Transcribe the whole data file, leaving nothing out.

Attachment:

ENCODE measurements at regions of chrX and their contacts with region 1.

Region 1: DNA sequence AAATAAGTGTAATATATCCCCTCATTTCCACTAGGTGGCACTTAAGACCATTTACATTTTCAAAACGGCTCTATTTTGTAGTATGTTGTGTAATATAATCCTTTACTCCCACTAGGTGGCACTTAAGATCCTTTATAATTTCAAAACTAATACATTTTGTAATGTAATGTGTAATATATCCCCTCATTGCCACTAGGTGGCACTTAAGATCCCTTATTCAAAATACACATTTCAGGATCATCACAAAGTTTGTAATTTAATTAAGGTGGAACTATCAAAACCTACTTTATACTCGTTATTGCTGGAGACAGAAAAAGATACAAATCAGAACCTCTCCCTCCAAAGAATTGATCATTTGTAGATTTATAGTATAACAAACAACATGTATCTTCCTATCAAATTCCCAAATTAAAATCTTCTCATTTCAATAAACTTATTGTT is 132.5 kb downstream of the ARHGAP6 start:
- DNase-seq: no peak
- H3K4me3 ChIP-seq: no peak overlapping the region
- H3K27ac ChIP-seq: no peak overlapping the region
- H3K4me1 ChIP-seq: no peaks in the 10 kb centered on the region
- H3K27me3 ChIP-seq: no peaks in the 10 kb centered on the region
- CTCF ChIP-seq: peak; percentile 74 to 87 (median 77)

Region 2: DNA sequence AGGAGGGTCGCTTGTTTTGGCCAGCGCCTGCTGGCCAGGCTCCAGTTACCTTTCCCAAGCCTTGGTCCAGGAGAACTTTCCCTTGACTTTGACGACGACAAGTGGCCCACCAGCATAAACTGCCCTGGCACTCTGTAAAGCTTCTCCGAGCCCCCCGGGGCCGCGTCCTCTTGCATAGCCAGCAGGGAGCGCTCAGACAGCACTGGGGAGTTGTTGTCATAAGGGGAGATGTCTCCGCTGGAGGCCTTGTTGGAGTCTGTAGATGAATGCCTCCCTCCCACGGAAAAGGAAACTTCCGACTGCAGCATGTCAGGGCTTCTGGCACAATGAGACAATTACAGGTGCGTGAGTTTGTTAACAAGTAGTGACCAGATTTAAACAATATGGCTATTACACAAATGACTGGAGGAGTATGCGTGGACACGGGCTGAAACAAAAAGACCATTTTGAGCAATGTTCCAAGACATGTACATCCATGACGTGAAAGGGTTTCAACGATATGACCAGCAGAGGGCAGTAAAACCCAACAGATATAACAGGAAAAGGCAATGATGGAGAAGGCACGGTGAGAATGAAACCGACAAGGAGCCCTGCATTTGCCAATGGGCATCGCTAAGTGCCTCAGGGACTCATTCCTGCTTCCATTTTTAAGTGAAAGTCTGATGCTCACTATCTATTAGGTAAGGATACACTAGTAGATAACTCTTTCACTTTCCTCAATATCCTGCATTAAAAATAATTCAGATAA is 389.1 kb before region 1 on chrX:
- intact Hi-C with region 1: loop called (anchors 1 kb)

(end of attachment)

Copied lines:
ENCODE measurements at regions of chrX and their contacts with region 1.

Region 1: DNA sequence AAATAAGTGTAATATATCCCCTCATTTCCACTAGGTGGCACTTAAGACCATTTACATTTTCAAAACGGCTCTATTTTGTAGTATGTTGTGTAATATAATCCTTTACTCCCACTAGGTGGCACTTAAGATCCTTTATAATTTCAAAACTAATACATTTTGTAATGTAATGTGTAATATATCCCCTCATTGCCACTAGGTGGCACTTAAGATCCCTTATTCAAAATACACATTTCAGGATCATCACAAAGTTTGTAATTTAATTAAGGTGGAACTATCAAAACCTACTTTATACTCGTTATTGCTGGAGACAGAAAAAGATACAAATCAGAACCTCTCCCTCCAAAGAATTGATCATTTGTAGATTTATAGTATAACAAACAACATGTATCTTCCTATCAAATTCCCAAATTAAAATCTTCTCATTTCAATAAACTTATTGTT is 132.5 kb downstream of the ARHGAP6 start:
- DNase-seq: no peak
- H3K4me3 ChIP-seq: no peak overlapping the region
- H3K27ac ChIP-seq: no peak overlapping the region
- H3K4me1 ChIP-seq: no peaks in the 10 kb centered on the region
- H3K27me3 ChIP-seq: no peaks in the 10 kb centered on the region
- CTCF ChIP-seq: peak; percentile 74 to 87 (median 77)

Region 2: DNA sequence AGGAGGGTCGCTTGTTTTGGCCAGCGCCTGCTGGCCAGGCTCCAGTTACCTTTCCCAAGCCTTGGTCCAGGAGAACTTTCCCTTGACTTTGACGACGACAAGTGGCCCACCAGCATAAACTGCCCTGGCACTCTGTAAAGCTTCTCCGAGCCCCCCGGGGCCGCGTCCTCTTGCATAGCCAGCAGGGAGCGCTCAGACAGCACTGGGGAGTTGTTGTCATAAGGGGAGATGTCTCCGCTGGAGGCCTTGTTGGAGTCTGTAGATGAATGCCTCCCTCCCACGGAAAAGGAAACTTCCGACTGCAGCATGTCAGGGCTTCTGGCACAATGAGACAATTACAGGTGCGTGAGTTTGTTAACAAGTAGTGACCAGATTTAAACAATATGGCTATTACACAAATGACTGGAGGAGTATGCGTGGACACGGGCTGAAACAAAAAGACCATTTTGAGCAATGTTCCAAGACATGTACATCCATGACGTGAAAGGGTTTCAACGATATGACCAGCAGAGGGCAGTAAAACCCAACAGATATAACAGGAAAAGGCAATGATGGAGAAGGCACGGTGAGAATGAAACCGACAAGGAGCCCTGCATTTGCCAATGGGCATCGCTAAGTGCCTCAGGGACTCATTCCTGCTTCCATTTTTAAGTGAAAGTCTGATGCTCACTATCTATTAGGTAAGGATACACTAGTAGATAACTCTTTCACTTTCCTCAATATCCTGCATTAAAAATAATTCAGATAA is 389.1 kb before region 1 on chrX:
- intact Hi-C with region 1: loop called (anchors 1 kb)